In recent years, the introduction and increasing popularity of AirBnB and other peer to peer collaborative housing platforms have redefined housing, tourism, and social norms. Within online housing exchange platforms, ShareBnB focuses on the phenomenon of the gift economy, an alternative economic system which relies on non-quantifiable social exchanges rather than monetary means to facilitate staying in a host’s home. Through research and design speculation, this project identifies the unpopularity and perceived unsafety of gift economy home sharing and proposes a normalization of this niche economic system to address criticisms of free homestays.
Through quantitative and qualitative examination of 40 online platforms, this project focuses on the power imbalance between host and guest, whereby the guest feels in debt due to non-monetary exchange. ShareBnB addresses this indebtedness through supporting spaces rather than design indebtedness away, such as the kitchen and living room, where guests repay debts through social interactions like cooking for or talking to the host.
Further, ShareBnB utilizes ethnographic methods through Couchsurfing in a host’s family home in Queens, New York and conducting research through interview and experience. Through this qualitative method, ShareBnB proposes the single-family suburban home as a typological site and starting point for expanding gift exchanges, due to both the perceived safety for guests and evidence of the gift economy already at work in suburbs.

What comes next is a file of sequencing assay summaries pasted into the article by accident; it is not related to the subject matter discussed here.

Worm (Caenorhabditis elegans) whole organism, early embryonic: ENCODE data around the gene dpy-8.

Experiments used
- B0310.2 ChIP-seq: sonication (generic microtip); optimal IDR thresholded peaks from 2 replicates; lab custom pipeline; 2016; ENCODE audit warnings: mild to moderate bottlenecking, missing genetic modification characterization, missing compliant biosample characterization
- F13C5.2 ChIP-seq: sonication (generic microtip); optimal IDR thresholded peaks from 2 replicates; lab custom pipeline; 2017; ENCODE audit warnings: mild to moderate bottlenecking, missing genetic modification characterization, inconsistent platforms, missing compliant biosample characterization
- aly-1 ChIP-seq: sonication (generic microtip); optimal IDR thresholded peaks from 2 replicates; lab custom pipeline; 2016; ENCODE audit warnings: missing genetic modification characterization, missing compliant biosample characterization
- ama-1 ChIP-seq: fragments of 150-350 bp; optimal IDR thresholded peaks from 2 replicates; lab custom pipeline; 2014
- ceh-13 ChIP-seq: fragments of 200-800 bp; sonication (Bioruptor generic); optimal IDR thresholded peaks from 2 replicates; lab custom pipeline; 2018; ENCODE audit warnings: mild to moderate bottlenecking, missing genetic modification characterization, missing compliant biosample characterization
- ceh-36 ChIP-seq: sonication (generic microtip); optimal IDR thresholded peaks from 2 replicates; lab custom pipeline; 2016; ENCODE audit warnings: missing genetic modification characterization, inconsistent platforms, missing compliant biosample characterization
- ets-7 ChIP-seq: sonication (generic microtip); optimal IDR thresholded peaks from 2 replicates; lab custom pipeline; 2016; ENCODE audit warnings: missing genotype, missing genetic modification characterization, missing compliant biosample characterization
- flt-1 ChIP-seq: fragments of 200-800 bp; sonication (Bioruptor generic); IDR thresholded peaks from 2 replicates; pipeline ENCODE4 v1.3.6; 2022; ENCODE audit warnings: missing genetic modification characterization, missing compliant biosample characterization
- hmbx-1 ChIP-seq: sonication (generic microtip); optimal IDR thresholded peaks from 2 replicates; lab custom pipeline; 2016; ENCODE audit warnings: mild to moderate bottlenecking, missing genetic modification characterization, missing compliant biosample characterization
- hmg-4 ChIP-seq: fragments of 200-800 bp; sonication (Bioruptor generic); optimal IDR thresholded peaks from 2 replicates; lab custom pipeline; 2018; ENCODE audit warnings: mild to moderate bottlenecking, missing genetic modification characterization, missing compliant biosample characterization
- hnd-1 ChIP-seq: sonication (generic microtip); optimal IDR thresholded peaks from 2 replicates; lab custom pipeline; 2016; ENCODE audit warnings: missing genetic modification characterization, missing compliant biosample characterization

The final proposal utilizes opening operations to develop a new suburban typology, radically reimagining systems and norms of suburbia. In supporting spaces of navigation, the proposal opens up possibilities for a host of other gift economy activities already occurring but not openly seen or normalized in the suburbs, including potlucks, collective cooking, book swaps, and childcare. The new participatory typology serves as a framework for development, quietly undermining and calling attention to issues of capitalism, tactical urbanism, sustainability, collectivization, and “NIMBYism”.